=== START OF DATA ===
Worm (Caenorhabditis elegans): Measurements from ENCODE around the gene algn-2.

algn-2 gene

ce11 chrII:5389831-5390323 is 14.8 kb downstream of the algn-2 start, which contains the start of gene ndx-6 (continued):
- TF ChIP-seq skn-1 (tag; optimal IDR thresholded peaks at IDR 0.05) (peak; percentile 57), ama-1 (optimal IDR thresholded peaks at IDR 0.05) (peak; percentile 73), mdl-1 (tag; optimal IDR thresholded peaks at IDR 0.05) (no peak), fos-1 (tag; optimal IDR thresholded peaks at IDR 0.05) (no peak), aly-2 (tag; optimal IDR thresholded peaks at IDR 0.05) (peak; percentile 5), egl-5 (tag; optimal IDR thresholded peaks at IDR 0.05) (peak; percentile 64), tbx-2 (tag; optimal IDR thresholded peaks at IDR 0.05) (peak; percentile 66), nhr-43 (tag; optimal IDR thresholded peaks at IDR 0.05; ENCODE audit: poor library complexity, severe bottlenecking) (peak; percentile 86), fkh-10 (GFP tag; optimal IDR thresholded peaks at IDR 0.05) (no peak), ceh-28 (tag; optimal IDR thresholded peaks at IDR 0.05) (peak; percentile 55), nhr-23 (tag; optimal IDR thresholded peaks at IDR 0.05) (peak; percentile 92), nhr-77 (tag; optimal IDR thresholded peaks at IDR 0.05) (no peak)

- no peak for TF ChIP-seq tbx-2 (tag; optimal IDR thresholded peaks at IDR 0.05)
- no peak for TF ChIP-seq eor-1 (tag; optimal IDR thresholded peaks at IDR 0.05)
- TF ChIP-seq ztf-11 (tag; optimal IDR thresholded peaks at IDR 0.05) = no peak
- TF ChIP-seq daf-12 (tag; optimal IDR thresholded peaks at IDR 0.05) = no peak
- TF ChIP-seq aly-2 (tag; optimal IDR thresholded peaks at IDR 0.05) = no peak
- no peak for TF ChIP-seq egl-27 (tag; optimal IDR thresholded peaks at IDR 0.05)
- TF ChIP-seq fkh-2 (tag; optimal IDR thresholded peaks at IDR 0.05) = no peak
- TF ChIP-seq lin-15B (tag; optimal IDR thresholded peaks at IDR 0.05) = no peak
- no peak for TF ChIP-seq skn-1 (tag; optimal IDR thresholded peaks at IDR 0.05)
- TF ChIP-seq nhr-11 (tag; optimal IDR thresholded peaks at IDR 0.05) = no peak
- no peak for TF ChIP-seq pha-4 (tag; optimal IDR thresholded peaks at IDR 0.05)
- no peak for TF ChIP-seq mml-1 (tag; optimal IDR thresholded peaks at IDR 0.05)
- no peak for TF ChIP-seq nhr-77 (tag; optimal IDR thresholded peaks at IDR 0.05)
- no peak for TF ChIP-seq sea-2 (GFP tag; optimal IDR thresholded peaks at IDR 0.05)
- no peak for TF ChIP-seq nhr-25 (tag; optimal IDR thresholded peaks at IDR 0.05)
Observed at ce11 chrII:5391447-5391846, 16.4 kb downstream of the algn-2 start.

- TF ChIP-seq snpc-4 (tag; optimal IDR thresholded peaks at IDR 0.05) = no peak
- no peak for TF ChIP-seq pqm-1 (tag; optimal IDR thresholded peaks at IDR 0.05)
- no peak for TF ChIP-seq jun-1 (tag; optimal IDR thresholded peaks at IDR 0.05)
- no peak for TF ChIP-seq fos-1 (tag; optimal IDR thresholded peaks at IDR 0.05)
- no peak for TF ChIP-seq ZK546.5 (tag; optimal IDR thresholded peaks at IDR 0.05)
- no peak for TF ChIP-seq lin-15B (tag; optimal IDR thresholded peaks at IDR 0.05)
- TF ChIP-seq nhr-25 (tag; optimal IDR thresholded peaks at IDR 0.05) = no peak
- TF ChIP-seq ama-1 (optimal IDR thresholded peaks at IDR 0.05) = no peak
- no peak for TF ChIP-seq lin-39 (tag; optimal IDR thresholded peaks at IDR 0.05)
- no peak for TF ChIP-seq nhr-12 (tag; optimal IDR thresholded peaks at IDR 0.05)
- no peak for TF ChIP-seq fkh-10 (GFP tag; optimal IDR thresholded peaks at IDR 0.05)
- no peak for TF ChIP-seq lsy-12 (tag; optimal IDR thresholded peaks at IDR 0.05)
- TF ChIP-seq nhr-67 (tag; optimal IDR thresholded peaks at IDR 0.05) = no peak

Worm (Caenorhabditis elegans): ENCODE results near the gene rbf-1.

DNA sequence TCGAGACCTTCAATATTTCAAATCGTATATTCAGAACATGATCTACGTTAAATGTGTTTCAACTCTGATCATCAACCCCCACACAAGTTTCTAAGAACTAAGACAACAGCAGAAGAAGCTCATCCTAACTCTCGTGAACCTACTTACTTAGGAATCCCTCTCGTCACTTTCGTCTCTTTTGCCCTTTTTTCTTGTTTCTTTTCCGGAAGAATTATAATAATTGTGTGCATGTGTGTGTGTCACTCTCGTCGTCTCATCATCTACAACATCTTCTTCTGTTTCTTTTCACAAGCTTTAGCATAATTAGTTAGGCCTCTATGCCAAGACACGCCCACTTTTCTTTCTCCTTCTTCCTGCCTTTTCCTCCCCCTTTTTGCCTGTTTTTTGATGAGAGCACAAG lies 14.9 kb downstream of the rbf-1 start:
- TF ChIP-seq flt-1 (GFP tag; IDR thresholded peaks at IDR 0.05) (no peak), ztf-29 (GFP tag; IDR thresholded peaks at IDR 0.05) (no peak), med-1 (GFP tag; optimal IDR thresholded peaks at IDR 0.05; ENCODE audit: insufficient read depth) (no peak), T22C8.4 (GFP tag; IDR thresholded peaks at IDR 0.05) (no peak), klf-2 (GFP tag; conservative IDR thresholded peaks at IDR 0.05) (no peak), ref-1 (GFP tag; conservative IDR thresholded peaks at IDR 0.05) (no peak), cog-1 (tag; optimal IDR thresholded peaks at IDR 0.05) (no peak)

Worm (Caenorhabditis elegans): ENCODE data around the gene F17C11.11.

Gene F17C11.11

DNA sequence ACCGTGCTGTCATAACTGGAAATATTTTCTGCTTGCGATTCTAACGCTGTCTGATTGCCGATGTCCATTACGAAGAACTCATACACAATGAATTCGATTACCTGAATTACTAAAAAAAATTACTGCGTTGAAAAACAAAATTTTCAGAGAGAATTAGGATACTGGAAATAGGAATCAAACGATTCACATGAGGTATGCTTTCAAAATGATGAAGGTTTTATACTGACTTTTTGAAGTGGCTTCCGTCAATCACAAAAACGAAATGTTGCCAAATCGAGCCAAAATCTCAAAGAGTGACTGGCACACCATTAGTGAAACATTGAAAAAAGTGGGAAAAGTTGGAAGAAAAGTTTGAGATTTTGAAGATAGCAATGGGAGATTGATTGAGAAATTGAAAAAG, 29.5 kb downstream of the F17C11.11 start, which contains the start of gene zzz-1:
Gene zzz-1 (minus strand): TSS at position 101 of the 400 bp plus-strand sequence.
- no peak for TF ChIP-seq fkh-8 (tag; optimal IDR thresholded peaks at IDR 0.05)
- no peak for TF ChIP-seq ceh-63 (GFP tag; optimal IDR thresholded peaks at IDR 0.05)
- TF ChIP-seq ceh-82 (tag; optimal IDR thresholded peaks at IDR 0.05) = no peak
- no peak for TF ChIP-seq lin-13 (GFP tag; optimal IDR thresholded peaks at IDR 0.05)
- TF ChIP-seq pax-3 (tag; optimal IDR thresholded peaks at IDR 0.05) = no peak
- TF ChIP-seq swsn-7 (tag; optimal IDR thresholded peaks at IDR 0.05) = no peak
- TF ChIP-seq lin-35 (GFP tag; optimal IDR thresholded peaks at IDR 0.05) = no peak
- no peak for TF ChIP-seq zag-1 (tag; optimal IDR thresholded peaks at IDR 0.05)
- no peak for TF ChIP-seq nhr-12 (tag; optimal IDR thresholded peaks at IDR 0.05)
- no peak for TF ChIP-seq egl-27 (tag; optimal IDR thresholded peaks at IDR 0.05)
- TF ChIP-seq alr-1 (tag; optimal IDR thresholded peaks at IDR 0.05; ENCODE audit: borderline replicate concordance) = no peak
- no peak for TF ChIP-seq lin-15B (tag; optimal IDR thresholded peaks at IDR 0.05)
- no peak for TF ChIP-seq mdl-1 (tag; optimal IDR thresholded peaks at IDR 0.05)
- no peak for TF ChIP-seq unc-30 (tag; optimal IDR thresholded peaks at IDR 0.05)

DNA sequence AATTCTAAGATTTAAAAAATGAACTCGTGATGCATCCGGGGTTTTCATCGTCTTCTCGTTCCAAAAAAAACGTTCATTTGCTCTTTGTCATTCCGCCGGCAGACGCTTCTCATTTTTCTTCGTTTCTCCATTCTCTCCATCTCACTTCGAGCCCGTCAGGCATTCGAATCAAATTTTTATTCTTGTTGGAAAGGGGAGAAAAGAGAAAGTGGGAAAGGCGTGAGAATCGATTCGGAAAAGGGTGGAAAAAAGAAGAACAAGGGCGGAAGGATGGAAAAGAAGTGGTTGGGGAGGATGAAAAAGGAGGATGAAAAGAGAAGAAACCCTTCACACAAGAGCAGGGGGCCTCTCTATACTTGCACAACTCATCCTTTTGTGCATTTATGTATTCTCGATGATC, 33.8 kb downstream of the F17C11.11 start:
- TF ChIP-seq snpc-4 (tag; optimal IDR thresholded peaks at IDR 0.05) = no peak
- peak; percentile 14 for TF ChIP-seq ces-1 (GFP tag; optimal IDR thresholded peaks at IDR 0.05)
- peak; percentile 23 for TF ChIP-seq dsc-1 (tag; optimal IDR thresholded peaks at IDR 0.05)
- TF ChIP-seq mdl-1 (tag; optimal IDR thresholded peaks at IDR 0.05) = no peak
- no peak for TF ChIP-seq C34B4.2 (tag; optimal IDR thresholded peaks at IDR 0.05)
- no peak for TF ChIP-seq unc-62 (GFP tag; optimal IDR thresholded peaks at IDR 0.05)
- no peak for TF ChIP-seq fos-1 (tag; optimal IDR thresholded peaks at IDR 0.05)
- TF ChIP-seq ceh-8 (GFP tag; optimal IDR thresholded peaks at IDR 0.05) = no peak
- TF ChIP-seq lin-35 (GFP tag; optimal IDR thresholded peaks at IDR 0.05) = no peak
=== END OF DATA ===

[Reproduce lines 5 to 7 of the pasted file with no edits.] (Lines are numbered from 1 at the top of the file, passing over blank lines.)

- no peak for TF ChIP-seq tbx-2 (tag; optimal IDR thresholded peaks at IDR 0.05)
- no peak for TF ChIP-seq eor-1 (tag; optimal IDR thresholded peaks at IDR 0.05)
- TF ChIP-seq ztf-11 (tag; optimal IDR thresholded peaks at IDR 0.05) = no peak